So if I'm doing so well, why am I here? :) Well, that's where Part II comes in. I think I have significant work to do on every one of the remaining 12 steps in Part II. I don't want to bore people, though, so I'll save that for another post.
  4. Leslie

    Leslie Well known member

    I just wanted to commend you for all your progress, especially allowing yourself to view step 1 as completed. I think step one can be a huge, lingering hurdle for many of us and I believe we can generally thank (blame) our inner perfectionist for that. GailNYC posted recently about recognizing the difference between information and knowledge and I think recognizing this difference is where some of us get stuck. When the symptoms don't leave immediately we think we need more "information" so we keep reading and reading - the key must be on a different page of a different book right?? The information becomes "knowledge" when we realize (as you have) that we have all the tools we just have to put them to use.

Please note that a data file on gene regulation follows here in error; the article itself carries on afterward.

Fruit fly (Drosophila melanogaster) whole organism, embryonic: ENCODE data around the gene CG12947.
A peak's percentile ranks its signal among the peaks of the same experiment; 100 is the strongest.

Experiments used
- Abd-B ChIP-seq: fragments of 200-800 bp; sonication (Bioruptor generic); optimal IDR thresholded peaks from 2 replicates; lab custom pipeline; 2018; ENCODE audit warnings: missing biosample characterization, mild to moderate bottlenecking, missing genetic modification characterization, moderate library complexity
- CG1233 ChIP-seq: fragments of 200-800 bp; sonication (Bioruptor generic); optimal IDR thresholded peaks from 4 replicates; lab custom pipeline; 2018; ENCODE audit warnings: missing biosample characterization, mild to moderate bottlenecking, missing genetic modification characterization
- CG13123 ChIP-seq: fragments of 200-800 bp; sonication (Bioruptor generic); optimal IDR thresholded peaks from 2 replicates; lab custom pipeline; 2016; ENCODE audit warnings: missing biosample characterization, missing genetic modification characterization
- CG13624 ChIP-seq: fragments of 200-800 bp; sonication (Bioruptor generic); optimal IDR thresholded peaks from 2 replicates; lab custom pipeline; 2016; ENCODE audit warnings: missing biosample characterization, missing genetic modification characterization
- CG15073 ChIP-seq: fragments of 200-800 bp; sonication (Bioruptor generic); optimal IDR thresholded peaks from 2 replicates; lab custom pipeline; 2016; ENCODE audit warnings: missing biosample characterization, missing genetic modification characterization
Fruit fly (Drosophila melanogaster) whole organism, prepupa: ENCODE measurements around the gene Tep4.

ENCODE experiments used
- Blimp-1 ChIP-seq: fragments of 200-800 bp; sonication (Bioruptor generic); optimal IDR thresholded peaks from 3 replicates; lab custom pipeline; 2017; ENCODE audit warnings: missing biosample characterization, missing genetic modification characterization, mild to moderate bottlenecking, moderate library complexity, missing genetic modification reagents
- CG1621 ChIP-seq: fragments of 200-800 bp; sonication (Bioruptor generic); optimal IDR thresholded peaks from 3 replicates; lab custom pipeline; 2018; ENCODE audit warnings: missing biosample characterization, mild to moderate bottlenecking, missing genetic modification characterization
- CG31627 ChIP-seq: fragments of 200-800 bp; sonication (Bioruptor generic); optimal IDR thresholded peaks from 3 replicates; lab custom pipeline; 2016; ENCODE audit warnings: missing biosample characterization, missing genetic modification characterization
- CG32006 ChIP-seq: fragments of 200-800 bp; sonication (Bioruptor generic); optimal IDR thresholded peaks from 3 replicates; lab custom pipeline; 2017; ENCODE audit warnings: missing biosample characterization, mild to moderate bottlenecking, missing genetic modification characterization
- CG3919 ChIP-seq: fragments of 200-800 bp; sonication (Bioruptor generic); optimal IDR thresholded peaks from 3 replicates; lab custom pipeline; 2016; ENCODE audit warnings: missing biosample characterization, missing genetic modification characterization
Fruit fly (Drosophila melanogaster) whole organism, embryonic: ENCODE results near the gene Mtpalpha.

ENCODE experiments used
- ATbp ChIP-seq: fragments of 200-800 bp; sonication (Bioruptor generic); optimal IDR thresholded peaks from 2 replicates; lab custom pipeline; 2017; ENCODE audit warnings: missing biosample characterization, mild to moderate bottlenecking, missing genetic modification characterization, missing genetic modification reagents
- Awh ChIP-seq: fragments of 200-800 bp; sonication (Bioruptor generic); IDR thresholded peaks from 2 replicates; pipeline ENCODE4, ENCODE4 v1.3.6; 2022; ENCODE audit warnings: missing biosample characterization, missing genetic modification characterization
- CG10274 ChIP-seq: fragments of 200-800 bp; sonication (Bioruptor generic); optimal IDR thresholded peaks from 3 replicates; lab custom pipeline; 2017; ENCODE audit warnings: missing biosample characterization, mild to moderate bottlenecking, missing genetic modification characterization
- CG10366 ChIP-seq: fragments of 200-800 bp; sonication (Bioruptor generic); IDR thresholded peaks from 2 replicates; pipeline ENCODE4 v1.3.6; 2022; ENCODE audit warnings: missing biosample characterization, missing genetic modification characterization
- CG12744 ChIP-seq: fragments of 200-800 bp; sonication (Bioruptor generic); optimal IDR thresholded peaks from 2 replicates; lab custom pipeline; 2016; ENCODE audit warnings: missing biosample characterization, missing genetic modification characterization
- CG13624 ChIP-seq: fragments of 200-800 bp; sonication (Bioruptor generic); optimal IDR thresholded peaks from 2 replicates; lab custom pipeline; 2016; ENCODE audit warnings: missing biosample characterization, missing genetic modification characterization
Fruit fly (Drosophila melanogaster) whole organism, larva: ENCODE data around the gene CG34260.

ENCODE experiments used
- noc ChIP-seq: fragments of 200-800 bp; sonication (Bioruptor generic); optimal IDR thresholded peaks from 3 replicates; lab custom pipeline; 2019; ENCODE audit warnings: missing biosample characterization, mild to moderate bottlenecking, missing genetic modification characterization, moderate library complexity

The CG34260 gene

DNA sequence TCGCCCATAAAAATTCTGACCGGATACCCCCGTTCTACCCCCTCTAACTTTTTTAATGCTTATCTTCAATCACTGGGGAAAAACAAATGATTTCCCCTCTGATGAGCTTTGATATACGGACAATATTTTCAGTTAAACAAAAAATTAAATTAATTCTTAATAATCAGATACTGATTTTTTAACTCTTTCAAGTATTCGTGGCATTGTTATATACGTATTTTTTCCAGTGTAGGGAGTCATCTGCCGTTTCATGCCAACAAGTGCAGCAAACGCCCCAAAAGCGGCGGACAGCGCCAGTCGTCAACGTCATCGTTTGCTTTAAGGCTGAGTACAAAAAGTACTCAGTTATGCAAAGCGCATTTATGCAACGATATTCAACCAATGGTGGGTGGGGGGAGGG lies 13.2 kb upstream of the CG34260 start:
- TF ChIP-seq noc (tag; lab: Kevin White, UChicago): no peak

Lilibet and trypp like this.
  5. trypp

    trypp Peer Supporter

    Thanks Leslie, I really appreciate your post. I remember you responded to my post on affirmations way back when as well. I actually felt really bad about not following up on that :/ . Yes, I know it's probably my inner bully speaking... perhaps I can use it as an example!

    I guess we all come into this healing thing with different challenges. I've known about TMS for years now, so the early steps came a little easy. But each time I healed, I stopped thinking psychologically as much and the underlying tension remained. That's where I hope part II will help.

    Because part II is where I really need it. ... at least I hope. Part of me isn't convinced that this isn't exactly the program I need and wonders if I instead need something similar.